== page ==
Starfruit, also known as carambola, is a pale yellow fruit that slices into pretty star shapes.
It has a sweet-and-sour flavor that has been described as something like a cross between an apple and grapes.
It is one of the lowest-sugar tropical fruits you’ll be able to find. One entire starfruit has just 30 calories, 3 grams of fiber, and only 3.5 grams of net carbohydrates.
You can eat the entire starfruit raw, including the slightly “waxy” outside. It is also delicious sliced up and lightly grilled.
Strawberries are such a treat when you want something sweet and satisfying! They are full of nutrients, such as vitamin C, fiber, folic acid, and potassium.
Additionally, a study published in the February 2016 issue of Molecular Nutrition & Food Nutrition found that strawberries contain anthocyanin, which can improve insulin resistance.
A one-half cup serving of sweet, delicious strawberries contains just 4 grams of net carbs. They make a great addition to smoothies, salads, and mixed with sugar-free yogurt.
Yes, tomatoes are fruit. I know there will be never-ending debate over whether they are vegetables or fruit, but biologically they fit the definition of a fruit.
Regardless, tomatoes are tasty and nutritious.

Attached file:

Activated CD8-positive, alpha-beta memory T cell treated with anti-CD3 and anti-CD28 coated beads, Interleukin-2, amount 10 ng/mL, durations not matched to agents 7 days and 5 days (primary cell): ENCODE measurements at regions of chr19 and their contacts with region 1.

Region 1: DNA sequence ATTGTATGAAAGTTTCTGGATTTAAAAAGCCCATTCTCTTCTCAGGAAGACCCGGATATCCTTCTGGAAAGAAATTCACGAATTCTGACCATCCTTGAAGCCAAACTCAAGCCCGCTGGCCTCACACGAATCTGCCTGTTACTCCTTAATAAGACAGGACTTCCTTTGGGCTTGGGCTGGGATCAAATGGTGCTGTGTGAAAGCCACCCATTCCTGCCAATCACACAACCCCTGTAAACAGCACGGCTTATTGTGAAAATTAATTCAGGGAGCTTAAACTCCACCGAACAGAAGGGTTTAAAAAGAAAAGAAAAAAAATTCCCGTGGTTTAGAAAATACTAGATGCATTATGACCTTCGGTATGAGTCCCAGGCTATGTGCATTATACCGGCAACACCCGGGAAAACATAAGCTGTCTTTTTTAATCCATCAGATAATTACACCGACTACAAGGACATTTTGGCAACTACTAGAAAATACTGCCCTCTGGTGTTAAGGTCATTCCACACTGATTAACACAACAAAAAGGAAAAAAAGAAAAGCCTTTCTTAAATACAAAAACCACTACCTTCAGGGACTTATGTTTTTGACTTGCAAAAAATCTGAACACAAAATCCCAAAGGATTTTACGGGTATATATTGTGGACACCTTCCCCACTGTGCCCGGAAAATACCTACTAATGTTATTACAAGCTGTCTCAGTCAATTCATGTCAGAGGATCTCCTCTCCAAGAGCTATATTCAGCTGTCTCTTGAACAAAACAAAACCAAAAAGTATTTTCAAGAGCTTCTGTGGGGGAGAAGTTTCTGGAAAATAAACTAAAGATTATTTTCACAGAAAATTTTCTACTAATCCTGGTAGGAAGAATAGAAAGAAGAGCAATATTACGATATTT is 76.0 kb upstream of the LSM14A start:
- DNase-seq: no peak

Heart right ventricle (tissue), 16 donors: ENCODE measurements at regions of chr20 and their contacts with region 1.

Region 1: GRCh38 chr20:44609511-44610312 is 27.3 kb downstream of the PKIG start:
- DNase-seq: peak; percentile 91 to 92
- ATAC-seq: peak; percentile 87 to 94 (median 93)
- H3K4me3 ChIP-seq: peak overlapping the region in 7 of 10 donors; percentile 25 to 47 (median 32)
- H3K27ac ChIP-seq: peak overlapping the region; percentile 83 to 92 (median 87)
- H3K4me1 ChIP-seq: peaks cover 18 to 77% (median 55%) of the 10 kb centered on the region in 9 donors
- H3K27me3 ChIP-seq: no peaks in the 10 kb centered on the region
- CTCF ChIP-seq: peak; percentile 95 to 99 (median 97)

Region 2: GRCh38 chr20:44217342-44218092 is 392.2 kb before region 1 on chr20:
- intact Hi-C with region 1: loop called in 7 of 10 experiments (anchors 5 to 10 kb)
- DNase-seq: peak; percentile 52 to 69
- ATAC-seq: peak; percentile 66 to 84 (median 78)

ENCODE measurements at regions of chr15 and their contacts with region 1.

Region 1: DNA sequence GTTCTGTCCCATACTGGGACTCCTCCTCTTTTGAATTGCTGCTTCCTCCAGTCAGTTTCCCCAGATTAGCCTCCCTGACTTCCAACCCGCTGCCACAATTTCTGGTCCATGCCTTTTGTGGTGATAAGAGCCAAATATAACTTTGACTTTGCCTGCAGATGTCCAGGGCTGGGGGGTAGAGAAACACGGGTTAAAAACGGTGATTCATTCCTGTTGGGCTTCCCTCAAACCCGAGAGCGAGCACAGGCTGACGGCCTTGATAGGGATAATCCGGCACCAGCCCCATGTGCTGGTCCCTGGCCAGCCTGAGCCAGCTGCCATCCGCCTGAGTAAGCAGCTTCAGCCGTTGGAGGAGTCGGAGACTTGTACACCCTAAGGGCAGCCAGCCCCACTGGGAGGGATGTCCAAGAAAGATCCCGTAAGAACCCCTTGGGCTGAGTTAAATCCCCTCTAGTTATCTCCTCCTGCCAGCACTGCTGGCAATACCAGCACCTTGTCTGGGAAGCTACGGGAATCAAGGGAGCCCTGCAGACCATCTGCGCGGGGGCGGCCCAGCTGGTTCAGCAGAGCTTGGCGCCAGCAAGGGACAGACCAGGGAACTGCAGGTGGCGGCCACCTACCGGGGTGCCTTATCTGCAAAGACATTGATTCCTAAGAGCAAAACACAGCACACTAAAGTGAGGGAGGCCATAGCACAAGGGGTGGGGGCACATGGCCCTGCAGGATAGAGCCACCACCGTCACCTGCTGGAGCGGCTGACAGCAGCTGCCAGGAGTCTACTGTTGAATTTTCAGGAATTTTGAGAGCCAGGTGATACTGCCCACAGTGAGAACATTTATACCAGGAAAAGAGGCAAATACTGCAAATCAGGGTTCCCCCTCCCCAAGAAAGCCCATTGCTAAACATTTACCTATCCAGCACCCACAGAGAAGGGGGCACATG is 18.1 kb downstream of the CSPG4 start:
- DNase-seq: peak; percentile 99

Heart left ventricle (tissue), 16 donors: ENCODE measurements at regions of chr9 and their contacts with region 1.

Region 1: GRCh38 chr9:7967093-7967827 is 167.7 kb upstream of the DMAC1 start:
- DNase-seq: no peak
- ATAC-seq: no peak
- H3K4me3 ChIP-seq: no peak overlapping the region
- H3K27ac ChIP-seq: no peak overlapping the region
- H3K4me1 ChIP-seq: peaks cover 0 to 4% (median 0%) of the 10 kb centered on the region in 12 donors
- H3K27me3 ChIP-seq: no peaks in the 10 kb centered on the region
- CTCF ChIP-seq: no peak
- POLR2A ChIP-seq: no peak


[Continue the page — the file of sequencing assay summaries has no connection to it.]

One entire cup of tomatoes (diced tomatoes or cherry tomatoes) has fewer than 30 calories and only 4 g of net carbs.
Sliced tomatoes or cherry tomatoes are a good snack choice when you crave just a little bit of fruity sweetness, but not too much.
Tomatoes are filled with antioxidants and nutrients such as beta-carotene, vitamin C, and lycopene.
Lycopene is the substance that gives tomatoes their lovely red color, and is known to have anti-cancer properties and may help lower the risk of heart disease.
Frequently Asked Questions
Here are a few frequently asked questions related to fruit and PCOS.
Is Fruit Bad For PCOS?
Fruit isn’t necessarily bad for PCOS, as long as you pay attention to what type of fruit you’re eating and maintain good portion control.
Fruit can provide important nutritional benefits such as fiber, vitamin C, and even in some cases healthy fat.
Fruit is also a good choice when you are craving something sweet! It’s better to snack on a half-cup of sweet, juicy blackberries than grabbing a cookie or piece of chocolate.
Are Bananas Good For PCOS?
Bananas are beneficial for some symptoms of PCOS, but they contain a lot of carbohydrates so they should definitely be enjoyed in moderation.
They are high in potassium, fiber, magnesium, and vitamin C.
A medium banana has only 89 calories (give or take), making them lower in calories than many other fruits.
Because bananas are lower in calories than other fruits and have a higher fiber content, snacking on bananas makes your stomach feel less hungry and more full for a longer period.
This can help you resist snacking throughout the day.
However, bananas are pretty high in carbohydrates, with a medium banana having approximately 22 grams of carbs!
If you’re following a keto diet plan, that’s the total daily carbohydrate allowance that many people try to follow.